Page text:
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Renovating the wheel
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Those of you who've ever tried to lay a traditional
hedge-and-wicket will know that you need at least two
different poulting mallets, unless you want either (a)
skinned knuckles andor (b) uneven wicket-lays. At the
minimum, you need a whippy, flexible one for the
stiffer one for dead-laying the mains.
But, poulting mallets are bulky and awkward to carry
around, and two of them are doubly so.
MaxCo. Tool and Die (inc.) is proud to announce the
of the VariFlex Poulting Mallet. The flexible, tubular
polypropylene shaft of the mallet contains a strip of
steel, as wide as the internal diameter of the shaft. The
end-cap of the shaft can be rotated, so that the steel
lies either parallel or orthogonal to the direction in
the mallet is swung.
When turned parallel to the direction of swing, the steel
strip gives the shaft just the right stiffness for dead-
When rotated 90 degrees, the same strip gives the shaft
the cheeky whippiness for hurdle-driving.
The rotating cap of the shaft, of course, still contains a
holder for storing spare crowthers, corks and the other
paraphernalia that hedge-and-wicket layers seem to
(Note: this is obviously no use in Norfolk, where they use
heavier or lighter mallet heads instead; but to be honest
they've always been a bit weird in Norfolk, and they can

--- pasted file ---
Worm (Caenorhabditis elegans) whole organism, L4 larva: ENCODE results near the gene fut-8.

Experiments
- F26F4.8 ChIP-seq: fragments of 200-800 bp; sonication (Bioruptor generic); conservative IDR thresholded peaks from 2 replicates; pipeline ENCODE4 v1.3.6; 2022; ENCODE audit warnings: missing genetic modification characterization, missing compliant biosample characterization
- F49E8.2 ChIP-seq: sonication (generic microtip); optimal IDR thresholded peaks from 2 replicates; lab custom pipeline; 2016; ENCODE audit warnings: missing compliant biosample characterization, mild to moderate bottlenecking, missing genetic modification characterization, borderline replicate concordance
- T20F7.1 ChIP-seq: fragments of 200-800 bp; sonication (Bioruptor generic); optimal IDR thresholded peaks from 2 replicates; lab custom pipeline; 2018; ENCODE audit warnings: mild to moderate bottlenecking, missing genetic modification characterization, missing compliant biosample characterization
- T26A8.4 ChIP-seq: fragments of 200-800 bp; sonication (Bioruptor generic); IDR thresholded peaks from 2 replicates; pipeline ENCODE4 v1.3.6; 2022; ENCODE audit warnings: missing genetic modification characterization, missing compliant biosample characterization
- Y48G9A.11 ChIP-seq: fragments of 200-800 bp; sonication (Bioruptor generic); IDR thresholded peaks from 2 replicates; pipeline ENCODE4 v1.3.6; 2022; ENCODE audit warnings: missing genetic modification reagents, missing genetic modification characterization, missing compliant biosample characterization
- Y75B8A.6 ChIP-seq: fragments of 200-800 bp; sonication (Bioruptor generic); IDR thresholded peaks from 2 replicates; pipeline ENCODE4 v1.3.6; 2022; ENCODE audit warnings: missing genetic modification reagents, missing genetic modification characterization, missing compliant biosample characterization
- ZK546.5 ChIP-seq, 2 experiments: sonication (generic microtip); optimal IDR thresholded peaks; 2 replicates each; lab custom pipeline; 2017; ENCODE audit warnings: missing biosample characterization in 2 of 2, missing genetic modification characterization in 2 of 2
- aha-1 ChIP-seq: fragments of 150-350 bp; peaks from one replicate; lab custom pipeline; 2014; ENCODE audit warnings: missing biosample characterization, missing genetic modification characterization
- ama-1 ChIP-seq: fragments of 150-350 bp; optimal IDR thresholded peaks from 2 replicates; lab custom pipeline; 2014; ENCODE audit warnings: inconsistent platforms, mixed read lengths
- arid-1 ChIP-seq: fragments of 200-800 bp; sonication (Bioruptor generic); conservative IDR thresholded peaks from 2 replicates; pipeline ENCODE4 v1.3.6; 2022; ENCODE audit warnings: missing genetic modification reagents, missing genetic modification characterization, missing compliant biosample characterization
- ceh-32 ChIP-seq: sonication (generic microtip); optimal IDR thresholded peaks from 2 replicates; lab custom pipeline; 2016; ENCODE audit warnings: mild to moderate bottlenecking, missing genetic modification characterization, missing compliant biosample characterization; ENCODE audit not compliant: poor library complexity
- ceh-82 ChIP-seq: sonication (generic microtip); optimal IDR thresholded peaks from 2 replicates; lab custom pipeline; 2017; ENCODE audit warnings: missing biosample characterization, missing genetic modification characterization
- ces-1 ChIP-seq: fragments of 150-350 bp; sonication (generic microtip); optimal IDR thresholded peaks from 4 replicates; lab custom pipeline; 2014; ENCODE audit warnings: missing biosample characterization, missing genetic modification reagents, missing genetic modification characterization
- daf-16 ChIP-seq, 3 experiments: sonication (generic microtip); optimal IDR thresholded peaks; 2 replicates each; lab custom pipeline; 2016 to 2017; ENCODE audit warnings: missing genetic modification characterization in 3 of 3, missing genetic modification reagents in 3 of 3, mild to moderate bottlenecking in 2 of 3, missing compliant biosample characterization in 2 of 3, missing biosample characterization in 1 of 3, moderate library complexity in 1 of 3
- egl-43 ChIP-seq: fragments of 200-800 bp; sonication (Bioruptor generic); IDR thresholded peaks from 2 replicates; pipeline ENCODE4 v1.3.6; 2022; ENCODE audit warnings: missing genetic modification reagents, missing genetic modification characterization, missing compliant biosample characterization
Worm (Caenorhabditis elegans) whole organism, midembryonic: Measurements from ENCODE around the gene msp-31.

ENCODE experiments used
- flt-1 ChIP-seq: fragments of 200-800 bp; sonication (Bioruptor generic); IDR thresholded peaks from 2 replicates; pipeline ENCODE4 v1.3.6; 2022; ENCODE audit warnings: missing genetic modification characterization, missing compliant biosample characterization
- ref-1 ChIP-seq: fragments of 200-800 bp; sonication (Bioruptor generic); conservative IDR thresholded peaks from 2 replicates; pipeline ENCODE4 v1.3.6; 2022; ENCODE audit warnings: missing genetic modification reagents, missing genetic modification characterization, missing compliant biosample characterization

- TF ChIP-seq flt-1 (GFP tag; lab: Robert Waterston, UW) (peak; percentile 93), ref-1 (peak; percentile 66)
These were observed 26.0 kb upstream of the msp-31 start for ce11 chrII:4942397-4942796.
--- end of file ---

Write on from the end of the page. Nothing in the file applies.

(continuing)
sort their own problems out.)
[Phrontistery, Jul 12 2012]
||//two tick marks on the shaft. //
||Not a bad idea - mind if we adopt it?
||There's a special tool for that.
Seems like this design would make it tricky to
maintain a sufficiently thick layer of flenting wax. I
suppose one could do without, but it hardly seems
dignified to give it up for the sake of mere
||//storing spare crowthers//
||If you have a spare crowther, why not just get him to
hold your second mallet?
||//If you have a spare crowther, why not just get
him to hold your second mallet?//
||Ah, I see the error here. You're thinking of a
crowther, in the sense of a player of the Welsh
crwth. Understandable error, but a crowther in
this context is the little plaited twist of willow
bark used to splint the wicket-lay to the warp
||(There may, after all, be some connection
between the two etymologies, since the
arrangement of branches in a well-made run of
hedge-and-wicket can resemble a series of crwths
standing upright. Also, the traditional way to test
the quality of the lay is to pluck the crowthers,
which should be taut.)
||Ah, I'd always wondered what those were for! Some
musical instrument, then? I'd figured they were used
cats during the mating cycle.
||As for the splint, I'd always heard them called "Dutch
just "Dutchies", but I suspect that's a term regional to
Barre, which is one of the few remaining regions in
States where the old method has survived the trans-
journey intact. Most places, you can't even get
wickets anymorejust the self-looping sort, which
need for a crowther.
||//I'd always heard them called "Dutch teeth"//
||Interesting. They used to be called "German
Notches" in some parts of East Anglia, but any
German-related names were dropped during WWI or
WWII (eg, "German shepherds" became "Alsatians").
Perhaps the "Dutch" in the American term is actually
"Deutsch" (as with "Pennsylvania Dutch")?